Returning and Redemption
jackson-vanik-amendmentSen. Henry Jackson (D. Wash.) pledged today that despite efforts to repeal the Jackson-Vanik amendment which links United States most-favored-nation trade status to increased emigration from the Soviet Union and other Communist countries, the law will continue to remain enforced.

“We are determined to keep that law on the books,” he told the 65 Jewish leaders from 14 countries attending the final day of the semiannual meeting of the presidium of the World Conference on Soviet Jewry.

Jackson said that Rumania has been complying with the law for several years and Hungary now plans to do so. He said with these two Eastern bloc countries complying, “for the Soviet Union to say they can’t do it is embarrassing.”

The Senator stressed that to be effective with the Soviet Union it must be demonstrated with a determination to stay with the issue “for the long pull.” He said once the Soviet Union realizes this, “we make progress.”

Jackson stressed that following the Soviet invasion of Afghanistan and then the situation in Poland, there seems to have been a lessening of action in support of Soviet Jewry. “Our job and our responsibility is to see to it that this issue is on the front burner at all times,” he declared.

Rep. Jack Kemp (R. N.Y.) told the Jewish leaders that this was an issue that was supported by Jews and Gentiles, Democrats and Republicans, Liberals and Conservatives. “We could not live with ourselves if we did not raise this issue,” he said.

The support for Soviet Jewry in Congress was also stressed by three young Congressmen who made their first trip to the Soviet Union earlier this month along with Jerry Goodman, executive director of the National Conference on Soviet Jewry. The three are- Rep. James Shannon (D. Mass.), now in his second term; and two freshmen, Reps. Christopher Smith (R. N.J.) and Samuel Gejdenson (D. Conn.).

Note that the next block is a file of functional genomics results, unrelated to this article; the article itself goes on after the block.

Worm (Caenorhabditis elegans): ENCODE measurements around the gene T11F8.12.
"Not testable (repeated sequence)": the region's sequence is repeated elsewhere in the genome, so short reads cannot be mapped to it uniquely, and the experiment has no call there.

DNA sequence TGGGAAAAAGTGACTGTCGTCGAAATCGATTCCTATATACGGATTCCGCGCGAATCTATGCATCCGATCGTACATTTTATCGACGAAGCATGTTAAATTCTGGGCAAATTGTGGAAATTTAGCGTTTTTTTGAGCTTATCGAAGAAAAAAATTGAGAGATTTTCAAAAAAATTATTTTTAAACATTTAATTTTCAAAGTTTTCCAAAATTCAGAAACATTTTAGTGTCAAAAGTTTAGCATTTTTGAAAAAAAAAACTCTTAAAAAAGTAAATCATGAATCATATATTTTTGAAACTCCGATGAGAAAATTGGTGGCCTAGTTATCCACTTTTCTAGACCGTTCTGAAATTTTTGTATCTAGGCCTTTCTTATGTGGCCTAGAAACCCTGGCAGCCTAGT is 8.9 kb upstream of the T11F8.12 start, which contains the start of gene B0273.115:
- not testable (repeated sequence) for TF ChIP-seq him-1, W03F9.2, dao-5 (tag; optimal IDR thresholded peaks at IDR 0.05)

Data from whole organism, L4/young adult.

Shannon said that on the issue of human rights, particularly the struggle of Soviet Jewry, Americans speak with one voice. He said that more Congressmen should visit the USSR in order to express to the Soviet government that “this issue will not die.” Shannon also said that if there was to be a summit between President Reagan and Soviet President Leonid Brezhnev the issue of Soviet Jewry must be on the agenda.

Smith also declared that “this is a priority issue,” He said his meeting with refusenik families in Moscow and Leningrad, gave him a more personal understanding of the issue.

Gejden on, the only Jew of the three, was able to visit Vilna, where his mother was born, but was not allowed to see the “shtetel” where his father came from on the grounds that it was snowed in. Gejdenson, who was born in an American Displaced Persons camp in Germany, noted that if his parents did not leave Lithuania in 1945, he might now be a refusenik in the USSR.

The Connecticut Congressman blamed the lack of Jewish emigration from the USSR on the deterioration in U.S.-Soviet relations which followed the Soviet invasion of Afghanistan. He said he saw little hope for an improvement in these relations because of what he said was “a rigid Administration in Washington” and an “even more rigid Administration in Moscow.”

Urges Widespread Support of Soviet Jewry

He particularly urged the presidium members from West Europe to convince their governments to actively support the cause of Soviet Jewry. He noted that the West Europeans are important because the Soviets are trying to wean them away from supporting U.S. sanction policies.

Gejdenson also urged the U.S. to oppose human rights violations wherever they occur. “Jewish organizations in the United States have to be consistent in their support of human rights,” he added, “whether it be Jews in the Soviet Union or Poles in Poland or the people of El Salvador or Argentina. Our arguments are diminished if we don’t hold human lives everywhere to be the same value.”

The three day conference ends today after the participants meet with Vice President George Bush.